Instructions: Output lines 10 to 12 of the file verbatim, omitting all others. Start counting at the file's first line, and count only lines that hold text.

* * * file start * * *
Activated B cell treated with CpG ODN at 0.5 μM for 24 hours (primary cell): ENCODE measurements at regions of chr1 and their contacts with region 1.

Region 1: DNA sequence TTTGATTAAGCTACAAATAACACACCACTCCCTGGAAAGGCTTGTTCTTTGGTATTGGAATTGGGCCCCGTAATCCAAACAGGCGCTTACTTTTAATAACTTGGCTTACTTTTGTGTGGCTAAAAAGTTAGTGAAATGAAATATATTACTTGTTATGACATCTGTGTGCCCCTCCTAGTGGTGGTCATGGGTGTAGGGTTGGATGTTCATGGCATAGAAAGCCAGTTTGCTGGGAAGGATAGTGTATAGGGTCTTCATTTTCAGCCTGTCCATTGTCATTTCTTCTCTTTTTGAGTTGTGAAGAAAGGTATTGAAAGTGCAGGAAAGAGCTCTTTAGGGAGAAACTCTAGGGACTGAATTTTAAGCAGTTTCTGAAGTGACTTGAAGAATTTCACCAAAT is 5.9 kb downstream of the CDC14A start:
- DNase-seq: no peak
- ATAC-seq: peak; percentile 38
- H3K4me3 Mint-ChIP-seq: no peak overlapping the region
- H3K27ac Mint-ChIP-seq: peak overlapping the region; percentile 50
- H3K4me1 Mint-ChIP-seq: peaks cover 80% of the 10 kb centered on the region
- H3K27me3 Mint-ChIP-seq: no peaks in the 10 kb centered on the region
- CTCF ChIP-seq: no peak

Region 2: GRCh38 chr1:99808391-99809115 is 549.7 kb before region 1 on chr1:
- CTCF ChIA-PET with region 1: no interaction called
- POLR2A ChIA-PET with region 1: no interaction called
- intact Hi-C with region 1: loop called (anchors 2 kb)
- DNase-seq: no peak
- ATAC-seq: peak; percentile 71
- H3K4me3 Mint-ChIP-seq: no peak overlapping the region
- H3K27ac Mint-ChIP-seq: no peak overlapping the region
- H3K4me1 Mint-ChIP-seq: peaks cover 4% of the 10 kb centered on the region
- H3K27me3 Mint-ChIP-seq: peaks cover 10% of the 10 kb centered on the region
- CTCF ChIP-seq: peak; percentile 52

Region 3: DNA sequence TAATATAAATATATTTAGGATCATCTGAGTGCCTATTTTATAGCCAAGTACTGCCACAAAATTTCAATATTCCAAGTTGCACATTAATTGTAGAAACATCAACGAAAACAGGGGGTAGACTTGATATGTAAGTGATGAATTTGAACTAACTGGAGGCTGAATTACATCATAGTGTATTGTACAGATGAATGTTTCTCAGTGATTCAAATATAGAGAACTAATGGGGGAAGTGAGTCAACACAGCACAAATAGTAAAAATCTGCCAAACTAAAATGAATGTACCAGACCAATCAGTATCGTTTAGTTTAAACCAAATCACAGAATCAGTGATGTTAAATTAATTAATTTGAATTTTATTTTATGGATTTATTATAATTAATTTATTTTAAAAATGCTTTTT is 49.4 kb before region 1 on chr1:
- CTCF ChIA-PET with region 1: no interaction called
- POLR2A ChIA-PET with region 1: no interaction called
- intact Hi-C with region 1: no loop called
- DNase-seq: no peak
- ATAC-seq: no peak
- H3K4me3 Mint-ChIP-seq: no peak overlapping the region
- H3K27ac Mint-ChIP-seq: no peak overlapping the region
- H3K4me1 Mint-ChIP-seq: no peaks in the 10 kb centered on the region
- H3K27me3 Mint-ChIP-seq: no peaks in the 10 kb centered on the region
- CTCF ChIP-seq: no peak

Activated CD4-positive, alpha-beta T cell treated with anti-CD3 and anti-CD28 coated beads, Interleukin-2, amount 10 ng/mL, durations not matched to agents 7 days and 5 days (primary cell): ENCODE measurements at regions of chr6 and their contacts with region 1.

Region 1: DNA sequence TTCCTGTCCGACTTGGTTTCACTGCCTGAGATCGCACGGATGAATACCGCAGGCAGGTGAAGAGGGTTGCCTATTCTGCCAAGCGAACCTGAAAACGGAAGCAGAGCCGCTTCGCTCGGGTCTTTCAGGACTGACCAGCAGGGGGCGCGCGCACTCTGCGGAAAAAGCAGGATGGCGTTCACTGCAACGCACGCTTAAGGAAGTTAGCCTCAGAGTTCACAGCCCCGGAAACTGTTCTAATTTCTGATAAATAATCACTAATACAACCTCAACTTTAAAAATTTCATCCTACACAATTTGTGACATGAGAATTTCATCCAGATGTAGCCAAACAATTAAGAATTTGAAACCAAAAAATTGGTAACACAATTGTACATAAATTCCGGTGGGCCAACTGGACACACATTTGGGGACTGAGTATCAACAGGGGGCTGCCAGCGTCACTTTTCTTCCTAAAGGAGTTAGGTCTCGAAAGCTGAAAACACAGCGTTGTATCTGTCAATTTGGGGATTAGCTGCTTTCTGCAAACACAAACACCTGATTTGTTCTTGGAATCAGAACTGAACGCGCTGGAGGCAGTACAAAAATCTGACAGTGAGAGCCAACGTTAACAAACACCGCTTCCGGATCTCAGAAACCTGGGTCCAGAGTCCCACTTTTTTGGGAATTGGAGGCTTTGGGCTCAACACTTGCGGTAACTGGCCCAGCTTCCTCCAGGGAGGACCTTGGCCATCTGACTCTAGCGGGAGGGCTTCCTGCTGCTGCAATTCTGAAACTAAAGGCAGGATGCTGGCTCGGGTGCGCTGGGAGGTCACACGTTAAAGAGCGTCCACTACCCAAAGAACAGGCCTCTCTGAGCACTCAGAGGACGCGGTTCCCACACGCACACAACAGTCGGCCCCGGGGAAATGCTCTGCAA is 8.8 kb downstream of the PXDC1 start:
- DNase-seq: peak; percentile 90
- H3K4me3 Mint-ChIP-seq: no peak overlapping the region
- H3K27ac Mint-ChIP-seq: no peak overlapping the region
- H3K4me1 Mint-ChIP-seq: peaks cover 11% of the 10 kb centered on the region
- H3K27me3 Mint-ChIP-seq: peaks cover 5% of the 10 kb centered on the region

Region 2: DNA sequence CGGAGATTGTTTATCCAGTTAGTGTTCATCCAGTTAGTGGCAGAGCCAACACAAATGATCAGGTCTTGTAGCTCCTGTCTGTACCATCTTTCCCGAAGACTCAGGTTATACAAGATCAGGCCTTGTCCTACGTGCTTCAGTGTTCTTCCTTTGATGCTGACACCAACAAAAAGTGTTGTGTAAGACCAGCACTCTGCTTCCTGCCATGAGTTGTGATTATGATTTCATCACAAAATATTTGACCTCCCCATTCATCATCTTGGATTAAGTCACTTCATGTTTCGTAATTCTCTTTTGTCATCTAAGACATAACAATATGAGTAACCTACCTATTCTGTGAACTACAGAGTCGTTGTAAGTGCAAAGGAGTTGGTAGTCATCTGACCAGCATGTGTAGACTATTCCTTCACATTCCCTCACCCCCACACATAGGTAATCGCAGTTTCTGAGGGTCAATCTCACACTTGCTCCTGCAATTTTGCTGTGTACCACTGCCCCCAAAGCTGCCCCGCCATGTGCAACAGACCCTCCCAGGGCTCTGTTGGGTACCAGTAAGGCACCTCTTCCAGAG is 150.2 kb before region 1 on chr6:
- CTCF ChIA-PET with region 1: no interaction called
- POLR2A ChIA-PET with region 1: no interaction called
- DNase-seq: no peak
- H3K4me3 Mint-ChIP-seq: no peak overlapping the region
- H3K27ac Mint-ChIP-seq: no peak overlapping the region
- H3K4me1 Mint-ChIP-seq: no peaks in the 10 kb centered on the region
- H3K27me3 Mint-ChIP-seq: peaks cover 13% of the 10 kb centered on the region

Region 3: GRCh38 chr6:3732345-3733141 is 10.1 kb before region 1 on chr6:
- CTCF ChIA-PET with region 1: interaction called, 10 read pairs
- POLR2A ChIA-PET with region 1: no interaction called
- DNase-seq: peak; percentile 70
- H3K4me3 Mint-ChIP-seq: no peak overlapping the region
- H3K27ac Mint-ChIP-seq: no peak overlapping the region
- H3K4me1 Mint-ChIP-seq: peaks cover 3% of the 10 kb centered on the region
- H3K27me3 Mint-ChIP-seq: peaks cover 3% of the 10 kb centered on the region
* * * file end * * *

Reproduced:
Region 2: GRCh38 chr1:99808391-99809115 is 549.7 kb before region 1 on chr1:
- CTCF ChIA-PET with region 1: no interaction called
- POLR2A ChIA-PET with region 1: no interaction called